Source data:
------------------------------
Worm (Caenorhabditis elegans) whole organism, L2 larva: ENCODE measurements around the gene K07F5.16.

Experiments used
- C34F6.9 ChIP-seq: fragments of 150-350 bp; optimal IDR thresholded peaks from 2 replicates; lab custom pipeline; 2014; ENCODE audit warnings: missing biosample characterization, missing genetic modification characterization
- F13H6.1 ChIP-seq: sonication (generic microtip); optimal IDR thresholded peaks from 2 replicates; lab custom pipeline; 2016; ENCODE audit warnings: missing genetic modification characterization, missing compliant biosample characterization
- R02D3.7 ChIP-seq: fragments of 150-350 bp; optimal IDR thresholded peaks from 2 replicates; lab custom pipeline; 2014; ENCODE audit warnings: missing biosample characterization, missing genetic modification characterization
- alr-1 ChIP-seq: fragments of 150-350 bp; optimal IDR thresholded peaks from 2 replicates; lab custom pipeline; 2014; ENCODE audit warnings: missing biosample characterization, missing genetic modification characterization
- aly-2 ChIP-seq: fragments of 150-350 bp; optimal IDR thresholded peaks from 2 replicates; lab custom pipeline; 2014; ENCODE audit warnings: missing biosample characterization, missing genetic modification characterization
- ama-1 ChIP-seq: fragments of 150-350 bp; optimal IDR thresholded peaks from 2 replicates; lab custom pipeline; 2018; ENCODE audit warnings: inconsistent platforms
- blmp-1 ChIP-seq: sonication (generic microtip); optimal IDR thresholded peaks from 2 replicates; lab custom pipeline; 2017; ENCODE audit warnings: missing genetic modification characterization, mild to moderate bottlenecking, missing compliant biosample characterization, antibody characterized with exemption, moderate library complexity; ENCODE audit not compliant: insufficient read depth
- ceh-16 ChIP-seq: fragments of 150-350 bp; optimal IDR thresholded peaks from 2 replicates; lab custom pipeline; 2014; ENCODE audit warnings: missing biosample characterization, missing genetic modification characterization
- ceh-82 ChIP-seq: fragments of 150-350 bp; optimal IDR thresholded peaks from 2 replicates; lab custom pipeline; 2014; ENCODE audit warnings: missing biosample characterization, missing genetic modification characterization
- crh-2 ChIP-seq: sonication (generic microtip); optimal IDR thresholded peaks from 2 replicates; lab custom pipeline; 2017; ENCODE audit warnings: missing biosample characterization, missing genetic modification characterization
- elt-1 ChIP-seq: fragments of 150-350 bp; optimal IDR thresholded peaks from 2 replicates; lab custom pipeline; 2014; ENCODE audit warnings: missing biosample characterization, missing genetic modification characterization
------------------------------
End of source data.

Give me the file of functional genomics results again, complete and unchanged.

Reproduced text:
Worm (Caenorhabditis elegans) whole organism, L2 larva: ENCODE measurements around the gene K07F5.16.

Experiments used
- C34F6.9 ChIP-seq: fragments of 150-350 bp; optimal IDR thresholded peaks from 2 replicates; lab custom pipeline; 2014; ENCODE audit warnings: missing biosample characterization, missing genetic modification characterization
- F13H6.1 ChIP-seq: sonication (generic microtip); optimal IDR thresholded peaks from 2 replicates; lab custom pipeline; 2016; ENCODE audit warnings: missing genetic modification characterization, missing compliant biosample characterization
- R02D3.7 ChIP-seq: fragments of 150-350 bp; optimal IDR thresholded peaks from 2 replicates; lab custom pipeline; 2014; ENCODE audit warnings: missing biosample characterization, missing genetic modification characterization
- alr-1 ChIP-seq: fragments of 150-350 bp; optimal IDR thresholded peaks from 2 replicates; lab custom pipeline; 2014; ENCODE audit warnings: missing biosample characterization, missing genetic modification characterization
- aly-2 ChIP-seq: fragments of 150-350 bp; optimal IDR thresholded peaks from 2 replicates; lab custom pipeline; 2014; ENCODE audit warnings: missing biosample characterization, missing genetic modification characterization
- ama-1 ChIP-seq: fragments of 150-350 bp; optimal IDR thresholded peaks from 2 replicates; lab custom pipeline; 2018; ENCODE audit warnings: inconsistent platforms
- blmp-1 ChIP-seq: sonication (generic microtip); optimal IDR thresholded peaks from 2 replicates; lab custom pipeline; 2017; ENCODE audit warnings: missing genetic modification characterization, mild to moderate bottlenecking, missing compliant biosample characterization, antibody characterized with exemption, moderate library complexity; ENCODE audit not compliant: insufficient read depth
- ceh-16 ChIP-seq: fragments of 150-350 bp; optimal IDR thresholded peaks from 2 replicates; lab custom pipeline; 2014; ENCODE audit warnings: missing biosample characterization, missing genetic modification characterization
- ceh-82 ChIP-seq: fragments of 150-350 bp; optimal IDR thresholded peaks from 2 replicates; lab custom pipeline; 2014; ENCODE audit warnings: missing biosample characterization, missing genetic modification characterization
- crh-2 ChIP-seq: sonication (generic microtip); optimal IDR thresholded peaks from 2 replicates; lab custom pipeline; 2017; ENCODE audit warnings: missing biosample characterization, missing genetic modification characterization
- elt-1 ChIP-seq: fragments of 150-350 bp; optimal IDR thresholded peaks from 2 replicates; lab custom pipeline; 2014; ENCODE audit warnings: missing biosample characterization, missing genetic modification characterization